Climate Change

Photo Courtesy Clark Jones

A recent report from the National Audubon Society says two-thirds of America’s birds are threatened with extinction from climate change. That includes half of Colorado’s bird species and our state bird — the lark bunting.

Climate change has been called the new normal. But residents in some parts of the Southwest say after living through the last two years, there’s nothing normal about it. 

Communities in the Four Corners -- where the borders of Colorado, Utah, New Mexico and Arizona meet -- have been bouncing between desperately dry and record-breaking moisture since the winter of 2017, forcing people dependent on the reliability and predictability of water to adapt.

Researchers out of Colorado are hoping to map the entire earth with a new type of laser technology, and climate change is driving the effort. 

Extinction Rebellion Denver

A radical environmental movement that originated in the UK is now going international, with several chapters in the Mountain West. 

Vijay S. Limaye, et al.

We know the climate crisis affects public health. But what do those health impacts cost us?

Julia Williams / 350.org

As thousands in Denver strike for climate action this week, they may notice conspicuous red and black dresses hanging up along a couple city blocks, intended to call strikers’ attention to the epidemic of missing and murdered Indigenous women and children.

Amy Gray

For the second time this year, kids around the world are striking from school to demand action around climate change. And it’s happening just before world leaders gather at the UN Climate Action Summit in New York City. There were only a handful of strikes in our region last time but this time there are several dozen.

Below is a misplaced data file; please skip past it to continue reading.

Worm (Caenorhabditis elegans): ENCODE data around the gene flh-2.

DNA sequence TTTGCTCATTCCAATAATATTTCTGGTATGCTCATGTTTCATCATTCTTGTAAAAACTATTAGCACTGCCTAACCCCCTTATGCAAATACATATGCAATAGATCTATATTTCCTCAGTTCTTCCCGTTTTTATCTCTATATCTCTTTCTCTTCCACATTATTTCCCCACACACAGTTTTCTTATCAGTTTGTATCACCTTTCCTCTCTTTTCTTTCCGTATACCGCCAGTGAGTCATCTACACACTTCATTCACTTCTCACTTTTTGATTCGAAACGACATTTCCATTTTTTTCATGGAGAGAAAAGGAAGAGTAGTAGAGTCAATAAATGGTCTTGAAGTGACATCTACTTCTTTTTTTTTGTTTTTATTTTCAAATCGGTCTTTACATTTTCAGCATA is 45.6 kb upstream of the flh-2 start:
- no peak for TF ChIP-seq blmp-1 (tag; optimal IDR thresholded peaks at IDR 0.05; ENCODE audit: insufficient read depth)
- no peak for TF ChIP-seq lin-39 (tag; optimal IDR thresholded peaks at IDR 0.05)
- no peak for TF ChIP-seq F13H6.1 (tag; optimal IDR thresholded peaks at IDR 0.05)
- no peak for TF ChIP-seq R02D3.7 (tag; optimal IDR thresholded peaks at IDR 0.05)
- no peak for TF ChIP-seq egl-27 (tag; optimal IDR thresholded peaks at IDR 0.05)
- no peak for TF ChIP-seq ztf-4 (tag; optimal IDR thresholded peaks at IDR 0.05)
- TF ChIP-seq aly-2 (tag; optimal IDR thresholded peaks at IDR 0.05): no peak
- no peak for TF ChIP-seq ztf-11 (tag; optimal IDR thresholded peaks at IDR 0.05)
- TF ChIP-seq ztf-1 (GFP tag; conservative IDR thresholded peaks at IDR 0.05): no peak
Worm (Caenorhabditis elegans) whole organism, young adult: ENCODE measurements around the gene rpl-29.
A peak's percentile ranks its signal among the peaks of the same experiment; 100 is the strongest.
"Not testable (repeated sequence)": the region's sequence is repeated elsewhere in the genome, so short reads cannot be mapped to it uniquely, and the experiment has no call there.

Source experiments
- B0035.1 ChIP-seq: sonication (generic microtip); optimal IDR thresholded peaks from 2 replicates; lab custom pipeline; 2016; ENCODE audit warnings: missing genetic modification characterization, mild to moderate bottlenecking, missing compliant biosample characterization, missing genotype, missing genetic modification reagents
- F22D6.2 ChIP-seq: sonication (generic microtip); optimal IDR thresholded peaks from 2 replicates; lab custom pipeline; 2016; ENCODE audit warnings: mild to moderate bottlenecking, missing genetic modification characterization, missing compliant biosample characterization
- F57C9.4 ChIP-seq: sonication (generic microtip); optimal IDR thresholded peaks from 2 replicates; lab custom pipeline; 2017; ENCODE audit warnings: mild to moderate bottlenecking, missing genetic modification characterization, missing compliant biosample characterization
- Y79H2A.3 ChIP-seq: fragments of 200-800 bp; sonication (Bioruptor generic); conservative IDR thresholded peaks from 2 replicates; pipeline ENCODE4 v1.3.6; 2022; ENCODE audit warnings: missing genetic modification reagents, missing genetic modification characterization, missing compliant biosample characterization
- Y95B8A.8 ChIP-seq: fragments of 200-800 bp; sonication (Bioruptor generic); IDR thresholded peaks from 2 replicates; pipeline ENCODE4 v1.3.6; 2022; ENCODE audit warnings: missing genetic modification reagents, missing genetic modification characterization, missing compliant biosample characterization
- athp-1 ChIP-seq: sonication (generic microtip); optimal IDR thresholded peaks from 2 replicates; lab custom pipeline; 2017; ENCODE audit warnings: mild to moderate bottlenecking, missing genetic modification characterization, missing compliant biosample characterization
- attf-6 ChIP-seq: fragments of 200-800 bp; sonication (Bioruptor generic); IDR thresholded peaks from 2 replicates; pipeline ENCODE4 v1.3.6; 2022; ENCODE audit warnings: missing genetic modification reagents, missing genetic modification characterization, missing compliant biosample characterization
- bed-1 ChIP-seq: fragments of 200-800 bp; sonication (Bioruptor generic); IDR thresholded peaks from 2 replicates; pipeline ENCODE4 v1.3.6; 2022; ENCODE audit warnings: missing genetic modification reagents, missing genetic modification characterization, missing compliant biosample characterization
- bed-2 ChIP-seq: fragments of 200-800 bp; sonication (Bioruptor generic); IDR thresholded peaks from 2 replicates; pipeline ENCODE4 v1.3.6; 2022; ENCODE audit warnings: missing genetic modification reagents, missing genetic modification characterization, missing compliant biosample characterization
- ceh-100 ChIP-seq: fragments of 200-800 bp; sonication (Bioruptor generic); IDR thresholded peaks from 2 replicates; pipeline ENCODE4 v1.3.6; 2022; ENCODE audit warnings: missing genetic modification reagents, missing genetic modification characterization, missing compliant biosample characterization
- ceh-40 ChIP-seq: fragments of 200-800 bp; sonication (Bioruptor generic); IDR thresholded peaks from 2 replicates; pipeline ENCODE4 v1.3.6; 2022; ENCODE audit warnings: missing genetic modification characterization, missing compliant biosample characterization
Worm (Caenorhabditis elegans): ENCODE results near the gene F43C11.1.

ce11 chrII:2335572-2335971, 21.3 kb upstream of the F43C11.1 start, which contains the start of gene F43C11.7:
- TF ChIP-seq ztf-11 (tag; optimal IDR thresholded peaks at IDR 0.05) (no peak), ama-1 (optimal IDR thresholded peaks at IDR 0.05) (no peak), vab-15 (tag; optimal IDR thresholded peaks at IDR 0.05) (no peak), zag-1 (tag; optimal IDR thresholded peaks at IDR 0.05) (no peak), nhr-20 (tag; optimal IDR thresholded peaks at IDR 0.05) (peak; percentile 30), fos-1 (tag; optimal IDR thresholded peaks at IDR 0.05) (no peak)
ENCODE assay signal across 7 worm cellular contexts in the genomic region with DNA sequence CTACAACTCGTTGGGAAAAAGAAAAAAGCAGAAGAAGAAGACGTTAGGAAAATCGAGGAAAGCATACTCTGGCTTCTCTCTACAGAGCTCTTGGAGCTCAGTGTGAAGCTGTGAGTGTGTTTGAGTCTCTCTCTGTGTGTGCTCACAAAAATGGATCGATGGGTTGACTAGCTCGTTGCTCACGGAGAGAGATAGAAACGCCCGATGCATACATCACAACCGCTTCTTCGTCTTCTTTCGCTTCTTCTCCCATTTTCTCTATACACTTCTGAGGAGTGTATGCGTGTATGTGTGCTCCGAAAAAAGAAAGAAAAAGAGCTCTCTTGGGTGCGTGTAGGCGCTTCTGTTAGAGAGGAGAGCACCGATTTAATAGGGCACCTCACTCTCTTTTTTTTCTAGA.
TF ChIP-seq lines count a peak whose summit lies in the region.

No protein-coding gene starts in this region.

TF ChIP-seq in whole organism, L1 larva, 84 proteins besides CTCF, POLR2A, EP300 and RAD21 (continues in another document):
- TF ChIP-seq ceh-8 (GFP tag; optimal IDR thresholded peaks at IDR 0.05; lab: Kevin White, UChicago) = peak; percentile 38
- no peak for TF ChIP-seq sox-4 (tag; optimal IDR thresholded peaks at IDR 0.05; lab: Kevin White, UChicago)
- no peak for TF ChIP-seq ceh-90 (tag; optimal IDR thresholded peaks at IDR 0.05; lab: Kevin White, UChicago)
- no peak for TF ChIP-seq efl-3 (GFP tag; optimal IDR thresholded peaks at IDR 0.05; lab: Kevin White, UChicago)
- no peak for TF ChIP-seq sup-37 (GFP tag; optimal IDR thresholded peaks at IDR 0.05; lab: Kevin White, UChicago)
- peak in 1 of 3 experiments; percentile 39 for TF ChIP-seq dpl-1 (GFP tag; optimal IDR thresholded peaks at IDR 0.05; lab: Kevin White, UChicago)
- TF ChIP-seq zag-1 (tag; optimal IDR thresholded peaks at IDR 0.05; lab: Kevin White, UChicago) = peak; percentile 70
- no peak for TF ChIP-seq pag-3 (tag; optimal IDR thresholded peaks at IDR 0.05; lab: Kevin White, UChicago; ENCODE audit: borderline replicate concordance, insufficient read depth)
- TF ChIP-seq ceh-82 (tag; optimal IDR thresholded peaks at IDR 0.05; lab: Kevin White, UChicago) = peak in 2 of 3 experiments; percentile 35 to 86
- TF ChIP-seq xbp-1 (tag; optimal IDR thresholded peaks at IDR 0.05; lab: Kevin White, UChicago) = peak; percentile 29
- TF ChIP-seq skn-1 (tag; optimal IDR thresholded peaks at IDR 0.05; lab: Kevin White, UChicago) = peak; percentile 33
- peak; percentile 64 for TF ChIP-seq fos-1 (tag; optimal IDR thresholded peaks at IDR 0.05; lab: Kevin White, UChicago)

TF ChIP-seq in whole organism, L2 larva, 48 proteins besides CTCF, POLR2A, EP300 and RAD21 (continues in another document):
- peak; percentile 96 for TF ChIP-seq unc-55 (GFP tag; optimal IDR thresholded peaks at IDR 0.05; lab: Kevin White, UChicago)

A prominent climate change denier resigned from the White House Friday after he was blocked from establishing a committee questioning the findings of the most recent national climate assessment. 

Bureau of Land Management

The recent court ruling that held the pharmaceutical company, Johnson & Johnson, accountable for its role in Oklahoma’s opioid crisis could influence some of the pending lawsuits seeking to hold energy companies accountable for their role in the climate crisis. That includes one case in the Mountain West.

Invasive insects and diseases are killing tree species in forests across the U.S., and in turn, weakening one of the planet's natural ways to fight climate change. That's according to a new report published in the journal, Proceedings of the National Academy of Sciences.

Jeffrey Beall / Creative Commons 4.0

A bipartisan bill is moving forward through the Senate. It specifically tackles the impacts of climate change on our nation’s roads and bridges. 

Humans must drastically alter food production to prevent the most catastrophic effects of global warming, according to a new report from the United Nations panel on climate change.

The panel of scientists looked at the climate change effects of agriculture, deforestation and other land use, such as harvesting peat and managing grasslands and wetlands. Together, those activities generate about a third of human greenhouse gas emissions, including more than 40% of methane.

Ali Budner / 91.5 KRCC

For the first time ever, a congressional committee held a field hearing on the climate crisis. And it happened this week right here in the Mountain West — in Boulder, Colorado. 

University of Colorado Law School at Boulder

For the first time ever, a congressional committee will hold a field hearing on the climate crisis, and it's happening in Boulder, Colorado, Thursday, August 1.

Viktoriia Radchuk, an evolutionary ecologist at Berlin's Leibniz Institute for Zoo and Wildlife Research, wanted to know how animals were responding to climate change.